The Social Construction of... Construction
The construction environment can be hostile... or at least highly competitive. Given the bid nature of contracts and the tight inspection processes required to maintain quality, it becomes very difficult to establish any sort of knowledge sharing process. Indeed, construction typically demonstrates adversarial confrontations. In most construction projects there is little incentive for the interacting agents --be they workers or companies-- to exchange knowledge. The only reason that they win contracts is because they have knowledge that their competitors don't and they operationalize it as a lower bid price.
An an owner or a client, why would you want contractors to exchange knowledge? You want them to compete head-on and drive down prices.
There are exceptions to this paradigm of warring parties. In the case of *large* projects, sharing knowledge can be beneficial. In this case a very large general contractor acts as a centralized agency to manage much of this knowledge largely because they act as the go-between for the various parties. Unfortunately, even large general contractors tend to hoard knowledge or try to gouge their subs for better margins. Large projects like Boston's Big Dig are hardly great examples of knowledge exchange.
In analyzing knowledge in construction it's important to recognize that a job site is a group of individuals and distinct agents. Knowledge exchange takes place at the interface between these agents. The sociologist Susan Star refers to artifacts that pass between these epistemic communities as "boundary objects"; Construction is loaded with them: plans, prints, progress reports, RFIs, specs, contracts, progress draws, assessments and reports, meeting minutes, etc. Even the classification schemas (CSI masterformat, WHMIS, etc.) and the specialized trade languages we use in construction become important objects with shared meaning. Through these objects the various agents can interact sufficiently to actually build something.
The problem with these objects is that they are used for another reason: litigation. In creating artifacts we are constructing some sort of "truth" that can be subpoened into the court of law. But are the documents true? Most engineers will admit that the as-built drawings are only _mostly_ true (regardless of their opinion of postmodern discourse). In attempting to create true documents we strip all the "modalities" from them e.g., in making a set of building plans as authoritative as possible we omit all of our design rational and calculations; they're relagated to our notebooks, only to be revealed if there's legal action! The socio-philosopher Bruno Latour refers to these stripped down objects as "immutable mobiles." Unfortunately, it's the sort of tacit details that get omitted from these black-box artifacts that is promised by KM.
All is not lost. As a site engineer I always had my own set of drawings that were very distinct from both the pristine office copies and the contrived as-builts (immutable mobiles). My own plans were covered with various scribbles, coffee stains, and notes from inspectors, surveyors, and contractors. In real life, I had reintroduced the modalities that had been stripped from the official drawings. Mine contained scribbles of joint details from the rebar-tier or perhaps I put notes from the geotech report on the subgrade detail. As Brown and Duguid point out in "The Social Life of Documents", we negotiate meaning with the actual physical artifact of the document and not just the information it represents. This meaning is missing from an XML schema or online database.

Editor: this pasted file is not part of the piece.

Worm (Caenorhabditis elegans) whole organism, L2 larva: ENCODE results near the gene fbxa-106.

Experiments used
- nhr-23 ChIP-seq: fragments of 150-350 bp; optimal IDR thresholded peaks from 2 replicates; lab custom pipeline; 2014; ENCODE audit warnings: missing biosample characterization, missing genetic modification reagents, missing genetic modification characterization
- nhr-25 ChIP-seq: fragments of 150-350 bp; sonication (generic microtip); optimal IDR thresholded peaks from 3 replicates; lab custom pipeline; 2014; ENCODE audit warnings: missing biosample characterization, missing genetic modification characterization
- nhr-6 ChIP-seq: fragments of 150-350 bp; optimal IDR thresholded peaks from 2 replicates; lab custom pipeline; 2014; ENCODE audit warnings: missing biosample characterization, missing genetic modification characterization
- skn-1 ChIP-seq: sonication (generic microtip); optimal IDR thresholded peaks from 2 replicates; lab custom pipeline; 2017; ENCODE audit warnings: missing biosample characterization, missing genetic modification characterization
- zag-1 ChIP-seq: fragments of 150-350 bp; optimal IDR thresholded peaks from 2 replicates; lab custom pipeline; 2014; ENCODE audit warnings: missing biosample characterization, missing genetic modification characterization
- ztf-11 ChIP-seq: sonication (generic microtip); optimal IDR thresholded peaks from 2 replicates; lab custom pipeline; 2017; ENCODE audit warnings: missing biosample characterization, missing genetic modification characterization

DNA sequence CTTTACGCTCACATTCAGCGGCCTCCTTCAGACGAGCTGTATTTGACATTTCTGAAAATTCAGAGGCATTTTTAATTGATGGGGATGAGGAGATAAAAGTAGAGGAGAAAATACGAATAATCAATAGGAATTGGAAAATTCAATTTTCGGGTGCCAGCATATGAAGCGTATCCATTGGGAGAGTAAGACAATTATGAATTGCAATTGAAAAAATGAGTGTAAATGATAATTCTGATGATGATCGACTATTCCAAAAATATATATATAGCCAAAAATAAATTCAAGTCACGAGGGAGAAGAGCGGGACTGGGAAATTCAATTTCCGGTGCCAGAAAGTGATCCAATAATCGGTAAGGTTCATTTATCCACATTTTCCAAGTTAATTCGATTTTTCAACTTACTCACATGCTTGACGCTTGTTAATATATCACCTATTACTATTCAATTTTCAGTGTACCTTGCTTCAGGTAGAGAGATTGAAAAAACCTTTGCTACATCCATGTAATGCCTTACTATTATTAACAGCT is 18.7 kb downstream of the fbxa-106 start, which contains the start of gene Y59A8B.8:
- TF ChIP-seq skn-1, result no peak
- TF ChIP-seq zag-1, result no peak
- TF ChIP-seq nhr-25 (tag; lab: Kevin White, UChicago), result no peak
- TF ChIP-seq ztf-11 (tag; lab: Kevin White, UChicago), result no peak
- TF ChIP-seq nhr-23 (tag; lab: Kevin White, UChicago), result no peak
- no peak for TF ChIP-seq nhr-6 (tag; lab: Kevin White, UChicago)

My final thoughts come from someone who is better known for the "construction of discourse" than the "construction of buildings." Karl Marx provides us with some insight into the capitalist microcosm that typifies the construction industry. In particular, Marx draws our attention to the wage relation and the importance of power and control. In looking at information exchange in construction, we must recognize what agents have the power, ability, and motivation to navigate between various communities... it's probably not going to be a journeyman pipe-fitter! Instead look to the site engineers, architects, senior tradesman, and inspectors that inhabit the upper reaches of the construction industry's wage echelon. Only these agents have the ability and opportunity to develop knowledge assets. Drawing on Marx we can even extend our analysis to the true capitalists of construction --the suppliers and vendors. How many of our best practices and methodologies are actually drawn from marketing material? How often is our "expert" on a particular method or a material also a merchant?
I know that someone is going to respond to my comment about the journeyman with Orr's study of photocopy repairmen. Since repairmen are not at the top of Xerox's wage scale my point must be moot! Repairmen, however, are a group of individuals who span a wide range of epistemic communities (customers, sales, service, etc.).
In short- in overcoming construction's confrontation look directly to those elements unaffected by the confrontation like the artifacts that people _actually_ use and the individuals at the top of the wage echelon.